Both SCLC and NB express markers of neuroendocrine (NE) differentiation, such as neural cell adhesion molecule, neurosecreting granules and NSE. Poor prognosis in NB appears to be associated with amplification of n-myc which is also amplified in SCLC lines although the relationship to prognosis is less clear. Chromosome deletion at lp and 17p are features of NB and 3p and 17p in SCLC. Both tumours may undergo a change in morphology after chemotherapy perhaps reflecting differentiation, but this is less marked in SCLC and is more difficult to achieve in tissue culture. The metastatic patterns of both tumours are very similar with frequent spread to local nodes, liver and bone marrow. NB and SCLC are sensitive to chemotherapy, the same drugs being active in both diseases. Although remission rates are high, relapse occurs in the majority of patients with NB who are over 1 year of age and who have stage 3 and 4 disease. In SCLC cure is extremely uncommon (approximately 3%). In both tumours control of systemic disease is the main problem. In both NB and SCLC it appears that short intensive remission induction procedures are probably superior in producing remission. This is now being tested formally in both diseases. In NB there is evidence that 'consolidation' with high dose chemotherapy prolongs remission. This remains a possibility, and may improve survival, though less prectical, in SCLC. The definition of non-cross resistance and the design of high dose strategies presents similar problems in both diseases. There are reasonable grounds for believing that chemotherapy lessons learned from the treatment of one disease may have implications for the other. This is also true for other approaches to therapy such as modulation of autocrine growth and antibody-guided therapy

cancer susceptibility. These patients represent rare "experiments of nature" that can reveal new insights into carcinogenic processes. The rationale for investigating rare family cancers rests in Knudson's

hypothesis, which is supported by experimental data on retinoblastoma. This model indicates that the multiple

steps in carcinogenesis can be dissected into 2 components in cancer families for ease of study. Specially, germ line of familial cases can reveal the first mutation, and subsequent mutations are detected by comparing tumor DNA with the corresponding germ line DNA. Our interdisciplinary research employs clinical observations to find susceptible patients, epidemiological studies to quantitate the excess risk, and laboratory investigations to examine the biological basis of susceptibility. The studies have uncovered several new patterns of familial cancers. This presentation describes our investigations of three disorders: 1) the syndrome of sarcomas, breast cancer, and other neoplasms; 2) co-inheritance of renal cell carcinoma and a constitutional chromosome translocation in a kindred; and 3) familial Wilms' tumor that indicates genetic heterogeneity of the neoplasm.

FATHER'S EXPOSURE TO RADIATION AT SELLAFIELD AND CHILDHOOD CkNCER, Martin J. Gardner, Medical Research Council Environmental Epidemiology Unit, (University of Southampton), Southampton General Hospital, Southampton S09 4XY. The original suggestion that the level of childhood leukaemia was raised near the Sellafield nuclear site in Cumbria, particularly in the nearby village of


ENDOCRINE SEQUELAE FOLLOWING THE TREATMENT OF CHILDHOOD CANCER, S. M. Shalet, Dept of Endocrinology, Christie Hospital & Manchester H20 8BX. Holt Radium Institute,

S 15

hypothalamic, impair directly may Radiation pituitary, thyroid and gonadal function or alternatively it may induce the development of hyperparathyroidism, Cytotoxic chemotherapy thyroid adenomas or carcinomas.

Seascale, was made during 1983 by a television programme. The Black inquiry, through routinely available cancer registration and mortality data, was able to substantiate this suggestion by the availability of relevant geographical analyses - although the additional suggestion that the raised level of leukaemia was a consequence of radioactive discharges from the site to the environment was determined to be most unlikely. An epidemiological cohort study of Seascale children indicated that the excess of leukaemia was concentrated among children born there rather than among children moving in after birth, which suggested that if there was a locally specific cause then it appeared to act before birth or early in life. A subsequent epidemiological case-control study in West Cumbria has shown that cases of childhood leukaemia and non-Hodgkin's lymphoma, but not Hodgkin's disease, are particularly associated with their fathers having raised recorded levels of exposure to external ionising radiation during employment at Sellafield before the children's conception. This association can explain statistically the observed excess of leukaemia in Seascale. Other issues and studies relating to the interpretation of this finding will be discussed.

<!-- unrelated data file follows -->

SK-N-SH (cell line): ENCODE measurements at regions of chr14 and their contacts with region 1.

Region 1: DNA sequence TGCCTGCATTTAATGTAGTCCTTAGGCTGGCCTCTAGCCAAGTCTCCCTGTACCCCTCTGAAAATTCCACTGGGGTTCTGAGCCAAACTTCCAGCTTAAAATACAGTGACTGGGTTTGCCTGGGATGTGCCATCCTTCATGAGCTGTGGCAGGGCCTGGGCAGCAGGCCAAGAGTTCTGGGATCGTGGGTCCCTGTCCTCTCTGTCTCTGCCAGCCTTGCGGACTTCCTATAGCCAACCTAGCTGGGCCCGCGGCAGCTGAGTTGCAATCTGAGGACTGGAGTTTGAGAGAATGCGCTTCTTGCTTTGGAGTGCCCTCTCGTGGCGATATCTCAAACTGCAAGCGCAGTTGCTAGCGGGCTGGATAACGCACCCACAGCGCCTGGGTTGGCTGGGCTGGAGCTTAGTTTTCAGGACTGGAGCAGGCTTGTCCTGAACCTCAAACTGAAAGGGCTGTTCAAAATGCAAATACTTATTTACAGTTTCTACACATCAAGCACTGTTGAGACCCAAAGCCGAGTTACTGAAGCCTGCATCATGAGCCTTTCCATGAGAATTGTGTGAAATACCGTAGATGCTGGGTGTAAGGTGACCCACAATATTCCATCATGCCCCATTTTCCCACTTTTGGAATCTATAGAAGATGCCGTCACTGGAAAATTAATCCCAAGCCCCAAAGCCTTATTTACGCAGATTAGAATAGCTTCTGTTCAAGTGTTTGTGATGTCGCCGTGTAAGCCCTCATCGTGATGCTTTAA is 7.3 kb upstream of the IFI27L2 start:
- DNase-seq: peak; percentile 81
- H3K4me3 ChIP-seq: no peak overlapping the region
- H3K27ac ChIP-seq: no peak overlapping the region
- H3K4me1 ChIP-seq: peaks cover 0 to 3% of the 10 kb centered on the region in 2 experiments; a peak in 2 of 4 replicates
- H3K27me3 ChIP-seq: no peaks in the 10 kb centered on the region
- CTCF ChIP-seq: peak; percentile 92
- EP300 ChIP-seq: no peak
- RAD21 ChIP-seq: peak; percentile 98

may damage the gonad and both irradiation and cytotoxic chemotherapy may interfere with the normal growth of bone. These complications of treatment may lead to various clinical presentations including infertility, gynaecomastia, impaired growth leading to short stature, development, pubertal undergo normal failure to precocious puberty, hyperparathyroidism, hypothyroidism, thyroid tumours and varying degrees of hypopituitarism. of practice the commonest defect In clinical hypothalamic-pituitary function following irradiation is There is now isolated growth hormone (GH) deficiency. unequivocal evidence that GH therapy will improve the height prognosis of children with radiation-induced GH The consequences of GH deficiency in adult deficiency. life and the need for GH replacement therapy however, are only being explored now. The ovarian damage following cytotoxic drugs or Therefore, in such irradiation is often irreversible. females, donor oocyte and in vitro fertilisation may represent their only chance to carry a pregnancy. Studies of uterine function will determine which females might benefit from such an approach.


Abstracts of the following invited talks were not received












C. Williams (Southampton)





M. D'Incalci (Milan)




British Association for Cancer Research, 32nd annual meeting jointly with Association of Cancer Physicians, 6th annual meeting. Manchester, 14-17 April 1991. Abstracts.

S2 Si INOSITOL LIPIDS AND CELL PROLIFERATION M.J. Berridge, Dept of Zoology, University of Cambridge, Downing Street, Cambridge CB2 3EJ. Many of the...